A Timeline of Jewish History in Eastern Europe, 1772–1919

By Dan Ruby Premium

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This map of Eastern Europe, which accompanies the Jewish history timeline, shows the region in 1900.
This map shows Eastern Europe in 1900, along with how three major powers (Germany/Prussia, Austria-Hungary and Russia) sorted the region into districts. Image courtesy Topographic Maps of Eastern Europe.

Genealogists researching Jewish ancestry in Eastern Europe face several difficulties. Differing official policies across the regions of Jewish settlement produced great variability in vital records. Laws and customs varied by nationality, and borders were constantly in flux. A single town may have gone through many border changes and governing entities during its history. The Jewish history timeline below will help you sort through the region’s complicated past.

The century and a half from the first partition of Poland (1772) until the end of World War I (1918) was a time of profound changes for East European Jewry. Poland ceased to exist as an independent entity as three continental empires—the Austrian Hapsburgs, tsarist Russia, and Teutonic Prussia—carved up the territory in a series of three partitions, leaving a meandering border that arbitrarily divided Jewish communities.

Following the defeat of Napoleon in 1815, the Congress of Vienna locked in a map of Central Europe that prevailed with minor adjustments until the end of World War I (1918). Under the Treaty of Versailles, Poland regained its independence (see the map above).

Each empire administered its acquired Jewish population differently:

  • In the Polish territories that Prussia annexed, Napoleonic-era reforms led to the emancipation of some Prussian Jews as early as 1812.
  • Austria acquired a tier of southern Poland on the north slope of the Carpathian Mountains called Galicia, which it administered with some autonomy for its local populations. Jews gradually obtained legal rights until achieving full emancipation in 1869.
  • Russia was the most restrictive, designating a region called the Pale of Settlement in which Jews could live. The Pale comprised the acquired Polish lands as well as southern, formerly Ottoman provinces. Russia administered the central region of Poland, called Congress Poland after the Congress of Vienna, separately from the Pale. After a period of liberalization in the mid-19th century, a crackdown in 1882 following the assassination of the Tsar set off a wave of anti-Jewish violence. The pogroms and widespread poverty led to an earlier wave of migration from Russia than occurred elsewhere. Jews in the Pale were not granted citizenship rights until the Pale’s demise during the Russian Revolution.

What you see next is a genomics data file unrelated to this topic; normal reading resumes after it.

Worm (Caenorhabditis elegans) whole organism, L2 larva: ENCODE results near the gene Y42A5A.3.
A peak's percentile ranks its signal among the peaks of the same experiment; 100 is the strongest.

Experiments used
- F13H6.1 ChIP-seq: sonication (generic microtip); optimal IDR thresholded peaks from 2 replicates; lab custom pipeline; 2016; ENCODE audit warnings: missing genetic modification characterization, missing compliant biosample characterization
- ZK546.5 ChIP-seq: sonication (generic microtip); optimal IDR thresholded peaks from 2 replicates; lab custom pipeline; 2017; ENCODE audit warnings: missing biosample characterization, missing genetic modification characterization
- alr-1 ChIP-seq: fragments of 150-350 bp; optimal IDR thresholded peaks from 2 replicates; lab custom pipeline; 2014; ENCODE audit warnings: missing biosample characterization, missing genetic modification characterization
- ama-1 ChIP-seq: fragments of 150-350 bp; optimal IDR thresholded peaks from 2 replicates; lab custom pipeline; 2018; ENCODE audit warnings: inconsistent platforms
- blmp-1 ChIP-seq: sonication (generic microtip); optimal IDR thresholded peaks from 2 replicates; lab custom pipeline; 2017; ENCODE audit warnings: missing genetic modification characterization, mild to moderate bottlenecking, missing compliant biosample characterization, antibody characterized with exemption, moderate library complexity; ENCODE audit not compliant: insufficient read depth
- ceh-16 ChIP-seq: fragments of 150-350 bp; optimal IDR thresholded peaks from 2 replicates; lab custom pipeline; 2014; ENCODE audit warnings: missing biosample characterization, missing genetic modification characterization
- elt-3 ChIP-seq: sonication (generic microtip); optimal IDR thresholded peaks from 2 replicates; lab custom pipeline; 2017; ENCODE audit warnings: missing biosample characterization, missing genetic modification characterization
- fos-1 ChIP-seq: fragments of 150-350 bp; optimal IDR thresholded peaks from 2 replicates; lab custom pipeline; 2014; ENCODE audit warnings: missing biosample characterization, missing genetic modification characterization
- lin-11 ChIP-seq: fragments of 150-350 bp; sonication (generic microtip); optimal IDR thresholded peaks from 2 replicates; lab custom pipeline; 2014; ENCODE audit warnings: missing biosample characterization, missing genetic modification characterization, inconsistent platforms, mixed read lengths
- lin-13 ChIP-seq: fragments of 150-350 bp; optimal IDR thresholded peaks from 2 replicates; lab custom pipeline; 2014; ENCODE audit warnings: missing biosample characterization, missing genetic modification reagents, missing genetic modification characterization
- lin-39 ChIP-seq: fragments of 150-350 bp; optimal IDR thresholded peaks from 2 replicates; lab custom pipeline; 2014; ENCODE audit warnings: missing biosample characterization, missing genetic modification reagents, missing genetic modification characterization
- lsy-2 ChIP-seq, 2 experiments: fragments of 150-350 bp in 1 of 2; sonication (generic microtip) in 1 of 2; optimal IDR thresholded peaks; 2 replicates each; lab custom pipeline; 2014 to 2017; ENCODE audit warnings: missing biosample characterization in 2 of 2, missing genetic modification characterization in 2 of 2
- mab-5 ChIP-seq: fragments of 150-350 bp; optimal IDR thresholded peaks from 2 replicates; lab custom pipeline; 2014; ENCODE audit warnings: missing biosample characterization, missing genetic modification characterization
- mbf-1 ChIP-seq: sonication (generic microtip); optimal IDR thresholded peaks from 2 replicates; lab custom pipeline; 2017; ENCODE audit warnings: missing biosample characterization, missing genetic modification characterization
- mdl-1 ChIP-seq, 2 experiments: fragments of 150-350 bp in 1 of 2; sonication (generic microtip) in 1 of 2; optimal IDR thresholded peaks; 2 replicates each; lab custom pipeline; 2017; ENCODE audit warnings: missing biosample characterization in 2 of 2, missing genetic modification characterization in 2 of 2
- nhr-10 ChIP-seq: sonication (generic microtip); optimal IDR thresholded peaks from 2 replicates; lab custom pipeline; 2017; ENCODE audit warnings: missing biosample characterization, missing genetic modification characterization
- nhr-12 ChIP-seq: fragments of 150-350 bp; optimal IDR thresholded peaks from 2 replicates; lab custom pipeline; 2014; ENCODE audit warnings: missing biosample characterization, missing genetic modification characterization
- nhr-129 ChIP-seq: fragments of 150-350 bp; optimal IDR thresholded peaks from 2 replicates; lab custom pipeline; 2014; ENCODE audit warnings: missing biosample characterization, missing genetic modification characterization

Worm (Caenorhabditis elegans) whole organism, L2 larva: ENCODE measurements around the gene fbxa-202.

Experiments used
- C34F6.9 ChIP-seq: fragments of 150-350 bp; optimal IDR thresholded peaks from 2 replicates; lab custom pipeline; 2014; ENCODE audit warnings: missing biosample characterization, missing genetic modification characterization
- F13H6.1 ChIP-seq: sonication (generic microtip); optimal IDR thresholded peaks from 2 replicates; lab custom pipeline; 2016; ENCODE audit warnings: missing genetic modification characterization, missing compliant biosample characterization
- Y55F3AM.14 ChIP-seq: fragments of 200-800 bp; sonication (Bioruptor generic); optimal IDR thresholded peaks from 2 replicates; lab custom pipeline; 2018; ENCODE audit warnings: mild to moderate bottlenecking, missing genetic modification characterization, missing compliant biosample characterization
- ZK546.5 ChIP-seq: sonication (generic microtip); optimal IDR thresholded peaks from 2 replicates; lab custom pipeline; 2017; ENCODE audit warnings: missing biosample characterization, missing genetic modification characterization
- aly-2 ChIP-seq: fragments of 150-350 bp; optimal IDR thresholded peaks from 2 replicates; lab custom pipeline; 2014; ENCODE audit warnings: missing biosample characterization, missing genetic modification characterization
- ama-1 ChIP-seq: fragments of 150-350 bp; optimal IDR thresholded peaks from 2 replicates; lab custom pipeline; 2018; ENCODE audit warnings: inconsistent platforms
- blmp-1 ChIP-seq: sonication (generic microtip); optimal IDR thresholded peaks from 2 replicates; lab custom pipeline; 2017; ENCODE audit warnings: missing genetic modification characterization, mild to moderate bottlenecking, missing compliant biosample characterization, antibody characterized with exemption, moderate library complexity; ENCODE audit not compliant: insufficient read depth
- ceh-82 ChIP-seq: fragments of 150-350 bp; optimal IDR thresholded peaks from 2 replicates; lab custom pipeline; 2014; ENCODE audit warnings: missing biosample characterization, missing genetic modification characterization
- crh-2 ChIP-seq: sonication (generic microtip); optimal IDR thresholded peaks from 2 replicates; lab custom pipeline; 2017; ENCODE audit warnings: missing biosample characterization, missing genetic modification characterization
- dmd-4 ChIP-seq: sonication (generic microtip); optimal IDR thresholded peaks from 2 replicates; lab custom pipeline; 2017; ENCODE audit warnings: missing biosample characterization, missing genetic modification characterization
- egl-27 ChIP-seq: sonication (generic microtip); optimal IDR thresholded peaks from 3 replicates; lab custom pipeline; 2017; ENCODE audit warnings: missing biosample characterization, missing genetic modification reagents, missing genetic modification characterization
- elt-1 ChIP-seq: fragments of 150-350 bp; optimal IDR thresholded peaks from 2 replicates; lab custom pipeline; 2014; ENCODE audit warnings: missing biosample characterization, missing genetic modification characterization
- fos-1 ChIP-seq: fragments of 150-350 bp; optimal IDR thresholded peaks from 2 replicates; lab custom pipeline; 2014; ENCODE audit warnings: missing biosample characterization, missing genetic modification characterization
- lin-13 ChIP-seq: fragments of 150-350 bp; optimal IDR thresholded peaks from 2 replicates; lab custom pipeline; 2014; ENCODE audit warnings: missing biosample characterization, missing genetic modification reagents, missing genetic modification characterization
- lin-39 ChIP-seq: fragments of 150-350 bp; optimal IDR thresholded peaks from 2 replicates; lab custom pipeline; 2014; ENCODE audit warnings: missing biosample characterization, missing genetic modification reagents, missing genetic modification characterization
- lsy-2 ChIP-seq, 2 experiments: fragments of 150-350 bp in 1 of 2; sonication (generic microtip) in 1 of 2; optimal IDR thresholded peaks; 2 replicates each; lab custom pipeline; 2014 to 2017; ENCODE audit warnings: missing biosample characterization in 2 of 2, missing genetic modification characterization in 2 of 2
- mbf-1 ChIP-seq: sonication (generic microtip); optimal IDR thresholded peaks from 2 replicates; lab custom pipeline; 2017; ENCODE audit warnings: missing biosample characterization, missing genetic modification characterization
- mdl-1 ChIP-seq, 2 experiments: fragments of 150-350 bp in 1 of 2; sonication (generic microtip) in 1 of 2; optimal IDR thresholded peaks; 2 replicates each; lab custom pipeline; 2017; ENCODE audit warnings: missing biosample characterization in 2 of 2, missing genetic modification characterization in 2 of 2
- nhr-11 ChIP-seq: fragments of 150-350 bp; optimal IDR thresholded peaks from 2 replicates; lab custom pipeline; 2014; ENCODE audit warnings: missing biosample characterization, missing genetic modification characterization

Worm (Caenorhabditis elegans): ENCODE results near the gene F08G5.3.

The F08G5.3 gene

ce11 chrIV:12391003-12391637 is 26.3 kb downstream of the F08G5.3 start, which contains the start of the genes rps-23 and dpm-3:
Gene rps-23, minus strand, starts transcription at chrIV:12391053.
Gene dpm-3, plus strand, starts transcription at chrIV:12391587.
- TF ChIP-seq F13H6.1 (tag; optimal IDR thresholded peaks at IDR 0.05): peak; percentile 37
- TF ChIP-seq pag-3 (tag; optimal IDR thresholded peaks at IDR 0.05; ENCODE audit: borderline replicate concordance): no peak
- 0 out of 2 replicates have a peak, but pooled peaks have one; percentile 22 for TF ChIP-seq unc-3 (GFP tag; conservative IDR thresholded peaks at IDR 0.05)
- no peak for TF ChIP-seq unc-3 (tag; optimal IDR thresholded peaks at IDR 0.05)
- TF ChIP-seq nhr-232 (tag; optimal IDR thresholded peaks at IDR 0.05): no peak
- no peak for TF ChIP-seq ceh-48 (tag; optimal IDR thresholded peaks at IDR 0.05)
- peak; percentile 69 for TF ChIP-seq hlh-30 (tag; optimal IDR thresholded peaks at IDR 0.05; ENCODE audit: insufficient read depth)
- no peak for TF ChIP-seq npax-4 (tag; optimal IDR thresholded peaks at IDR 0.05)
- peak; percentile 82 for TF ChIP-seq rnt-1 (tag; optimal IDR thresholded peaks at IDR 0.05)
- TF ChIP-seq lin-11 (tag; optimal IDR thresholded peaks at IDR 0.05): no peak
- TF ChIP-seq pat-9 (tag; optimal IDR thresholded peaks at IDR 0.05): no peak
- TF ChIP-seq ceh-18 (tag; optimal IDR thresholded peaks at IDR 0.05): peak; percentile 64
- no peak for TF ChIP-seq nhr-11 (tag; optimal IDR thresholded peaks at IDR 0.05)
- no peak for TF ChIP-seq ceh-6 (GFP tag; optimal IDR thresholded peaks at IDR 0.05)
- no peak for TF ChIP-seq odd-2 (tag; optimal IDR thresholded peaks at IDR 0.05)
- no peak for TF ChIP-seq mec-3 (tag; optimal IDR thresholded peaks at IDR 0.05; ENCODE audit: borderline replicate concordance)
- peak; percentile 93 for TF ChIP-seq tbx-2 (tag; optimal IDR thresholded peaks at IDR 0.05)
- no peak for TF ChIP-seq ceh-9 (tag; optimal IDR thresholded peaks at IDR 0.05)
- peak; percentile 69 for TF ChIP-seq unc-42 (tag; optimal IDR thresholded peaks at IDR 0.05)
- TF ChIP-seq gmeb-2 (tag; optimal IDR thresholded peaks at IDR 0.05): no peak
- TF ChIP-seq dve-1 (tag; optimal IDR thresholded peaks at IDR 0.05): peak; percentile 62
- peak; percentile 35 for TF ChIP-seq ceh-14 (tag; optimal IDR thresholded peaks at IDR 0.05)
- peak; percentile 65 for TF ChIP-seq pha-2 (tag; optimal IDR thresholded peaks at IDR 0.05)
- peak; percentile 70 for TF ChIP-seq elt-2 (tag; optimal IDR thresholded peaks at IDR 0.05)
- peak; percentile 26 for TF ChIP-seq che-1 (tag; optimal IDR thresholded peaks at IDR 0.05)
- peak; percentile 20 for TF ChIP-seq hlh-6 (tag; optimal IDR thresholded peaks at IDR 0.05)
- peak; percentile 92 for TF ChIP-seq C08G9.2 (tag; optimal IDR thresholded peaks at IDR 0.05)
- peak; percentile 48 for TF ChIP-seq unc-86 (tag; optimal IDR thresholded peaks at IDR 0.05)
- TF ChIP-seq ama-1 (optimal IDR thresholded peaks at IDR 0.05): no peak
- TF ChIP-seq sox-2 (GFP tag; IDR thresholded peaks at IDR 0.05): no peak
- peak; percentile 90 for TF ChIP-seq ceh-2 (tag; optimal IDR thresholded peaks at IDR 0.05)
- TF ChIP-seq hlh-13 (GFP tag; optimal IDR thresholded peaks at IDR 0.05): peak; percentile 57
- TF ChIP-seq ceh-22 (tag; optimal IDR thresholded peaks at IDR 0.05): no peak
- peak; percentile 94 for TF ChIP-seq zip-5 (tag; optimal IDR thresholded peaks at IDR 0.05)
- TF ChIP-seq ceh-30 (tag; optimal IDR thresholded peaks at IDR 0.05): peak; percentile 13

Ashkenazi family researchers who have family branches from more than one of the imperial territories will have to contend with the mixture of laws, cultural values and beliefs that combined to determine everything from an ancestor’s chosen occupation to the family kugel recipe.

Regardless of which region your ancestors lived in, a few key dates affected Jews all over Eastern European. Here are some of the most important dates in the Jewish history timeline:


The first partition of Poland creates Austrian Galicia and cedes Polish lands to Russia and Prussia.


The Russian empress Catherine the Great establishes the Pale of Settlement, which dictated where the government allowed Jews to live.


The second partition of Poland further expands Russian and Prussian holdings.


The third partition of Poland brings the demise of the Polish-Lithuanian Commonwealth.


The Congress of Vienna encodes European borders, which stand for 100 years.


Prussian Jews are emancipated.


Austrian Jews are emancipated.


Prussia and various German states unite to form the German Empire.


The Russian government enacts the “May Laws,” which restrict Jewish settlement and undo previous progressive policies. Meant to be temporary, the laws remain in place for more than 30 years.


Jewish nationalism rises and the First Zionist Congress meets.


Russian Jews are emancipated following World War I and the Russian Revolution.


The Treaty of Versailles restores Poland as an independent entity.

For more on researching your Jewish roots in Eastern Europe, check out the May/June 2019 issue of Family Tree Magazine. The issue includes this timeline, plus a guide to the best resources for Jewish ancestry in modern Russia, Poland, Belarus and more.